But despite needing the occasional reminder to wash up their spoons, I am so proud of all my staff. The leadership team have done an incredible job of supporting me to organise the bubbles and the complex logistics. Teachers have gone out of their way to support families by communicating with them and reassuring them, sending pictures of the new-look classrooms, and so on. Some have had video chats with children to help them stay in touch. The premises officer and cleaner have done a great job of getting the school ready, even going to the local shops to buy extra hand gel to supplement the stocks. They have worked through the holidays to help get things ready. The office staff have also worked through the holidays, to provide that essential support to staff providing the care in school, and being a point of contact for parents and carers.
The biggest lesson I have learnt from all of this is that in spite of the “noise” on social media, in the press and among colleagues across the country – as well as wading through the interminable guidance from the DfE – it’s best to try to cut through it all and focus on what we think is right for our school at this point in time.
This is so unusual because as heads, we often ask each other for advice, pinching ideas from one another. In this case, it’s not so easy to do that because what one school is doing can be entirely different to another one just down the road. In the end, you need to do what you think is right and stick with it. That’s not always easy, but I think it’s the only way to stay focused and not be swayed by the extraneous “noise” right now.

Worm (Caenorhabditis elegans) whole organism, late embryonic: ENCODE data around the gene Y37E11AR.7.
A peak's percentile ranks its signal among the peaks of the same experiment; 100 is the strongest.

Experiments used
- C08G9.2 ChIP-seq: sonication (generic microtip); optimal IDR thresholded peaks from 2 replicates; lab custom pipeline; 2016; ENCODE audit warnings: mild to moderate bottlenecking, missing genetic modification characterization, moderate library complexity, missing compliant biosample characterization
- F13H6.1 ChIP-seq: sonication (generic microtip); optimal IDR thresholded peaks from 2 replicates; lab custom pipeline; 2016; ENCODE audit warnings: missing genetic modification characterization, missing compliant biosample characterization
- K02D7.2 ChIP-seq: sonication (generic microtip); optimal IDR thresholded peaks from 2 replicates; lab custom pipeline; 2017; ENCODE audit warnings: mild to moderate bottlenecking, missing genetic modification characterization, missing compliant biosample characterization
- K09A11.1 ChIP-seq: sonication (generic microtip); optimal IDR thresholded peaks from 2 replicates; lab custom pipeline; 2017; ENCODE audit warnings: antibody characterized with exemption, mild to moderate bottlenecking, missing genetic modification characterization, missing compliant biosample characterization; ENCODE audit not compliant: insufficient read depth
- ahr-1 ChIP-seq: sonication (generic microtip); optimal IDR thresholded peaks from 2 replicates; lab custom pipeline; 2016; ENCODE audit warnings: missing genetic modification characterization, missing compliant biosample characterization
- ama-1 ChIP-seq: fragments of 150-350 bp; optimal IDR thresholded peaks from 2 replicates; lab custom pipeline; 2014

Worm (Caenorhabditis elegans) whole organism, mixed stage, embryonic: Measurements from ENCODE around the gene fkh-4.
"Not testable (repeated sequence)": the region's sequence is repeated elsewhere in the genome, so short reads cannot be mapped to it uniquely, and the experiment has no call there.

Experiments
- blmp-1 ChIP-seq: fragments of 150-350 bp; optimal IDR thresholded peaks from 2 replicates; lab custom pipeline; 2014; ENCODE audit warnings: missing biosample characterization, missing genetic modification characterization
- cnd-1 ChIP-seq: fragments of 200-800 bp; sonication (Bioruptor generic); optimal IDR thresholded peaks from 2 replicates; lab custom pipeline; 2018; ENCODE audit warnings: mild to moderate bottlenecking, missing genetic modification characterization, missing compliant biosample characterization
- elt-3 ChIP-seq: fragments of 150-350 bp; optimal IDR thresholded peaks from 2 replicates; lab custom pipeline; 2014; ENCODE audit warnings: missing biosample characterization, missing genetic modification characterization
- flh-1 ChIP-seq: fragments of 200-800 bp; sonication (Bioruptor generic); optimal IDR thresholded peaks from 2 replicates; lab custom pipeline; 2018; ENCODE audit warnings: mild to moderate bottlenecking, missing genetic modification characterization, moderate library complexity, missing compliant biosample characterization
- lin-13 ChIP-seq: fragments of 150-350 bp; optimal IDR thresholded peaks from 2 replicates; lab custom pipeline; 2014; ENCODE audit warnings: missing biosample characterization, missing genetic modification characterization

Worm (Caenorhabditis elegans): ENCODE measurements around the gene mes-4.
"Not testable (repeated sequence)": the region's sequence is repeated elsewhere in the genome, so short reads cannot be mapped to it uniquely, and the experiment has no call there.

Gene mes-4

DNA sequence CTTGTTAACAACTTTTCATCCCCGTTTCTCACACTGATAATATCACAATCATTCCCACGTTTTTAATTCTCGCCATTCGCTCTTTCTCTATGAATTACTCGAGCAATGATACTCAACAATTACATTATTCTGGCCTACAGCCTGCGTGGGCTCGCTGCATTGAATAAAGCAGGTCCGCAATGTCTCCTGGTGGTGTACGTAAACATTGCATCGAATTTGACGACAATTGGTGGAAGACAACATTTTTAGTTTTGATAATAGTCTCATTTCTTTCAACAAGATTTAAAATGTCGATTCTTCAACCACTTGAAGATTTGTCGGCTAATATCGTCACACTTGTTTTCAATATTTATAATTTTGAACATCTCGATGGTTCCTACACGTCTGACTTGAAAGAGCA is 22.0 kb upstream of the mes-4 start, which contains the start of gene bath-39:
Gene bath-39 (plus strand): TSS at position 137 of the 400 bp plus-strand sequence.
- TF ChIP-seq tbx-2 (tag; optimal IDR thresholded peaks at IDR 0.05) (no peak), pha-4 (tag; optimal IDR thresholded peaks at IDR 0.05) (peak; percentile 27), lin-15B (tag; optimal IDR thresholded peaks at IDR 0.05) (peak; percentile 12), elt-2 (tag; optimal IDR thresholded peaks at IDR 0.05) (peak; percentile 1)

‘We gave each parent a flower, to celebrate their child’s return’
Julian Grenier, headteacher at Sheringham Nursery School and Children’s Centre in Norfolk
Before coming back, there were three things that we put in place that have made the return easier for all of us.
First, to prepare parents for the new arrangements at drop-off and pick-up times, we made a short video showing a child coming in, sanitising their hands, and then saying goodbye whilst their parent left through the new exit. Parents told us that they watched this multiple times with their children, so that it did not come as a surprise.
Normally, we encourage parents to take their time when dropping off, touch base with the key person, and so on, but now we need the process to happen quickly as everyone else is queuing and waiting their turn.
Secondly, we wanted to support parents to talk through any worries, fears, and anxieties with their child. So we used information from the Anna Freud Centre for early years parents and broke this down into a series of very short videos. Parents have said that these short videos helped them to talk to their child and support them.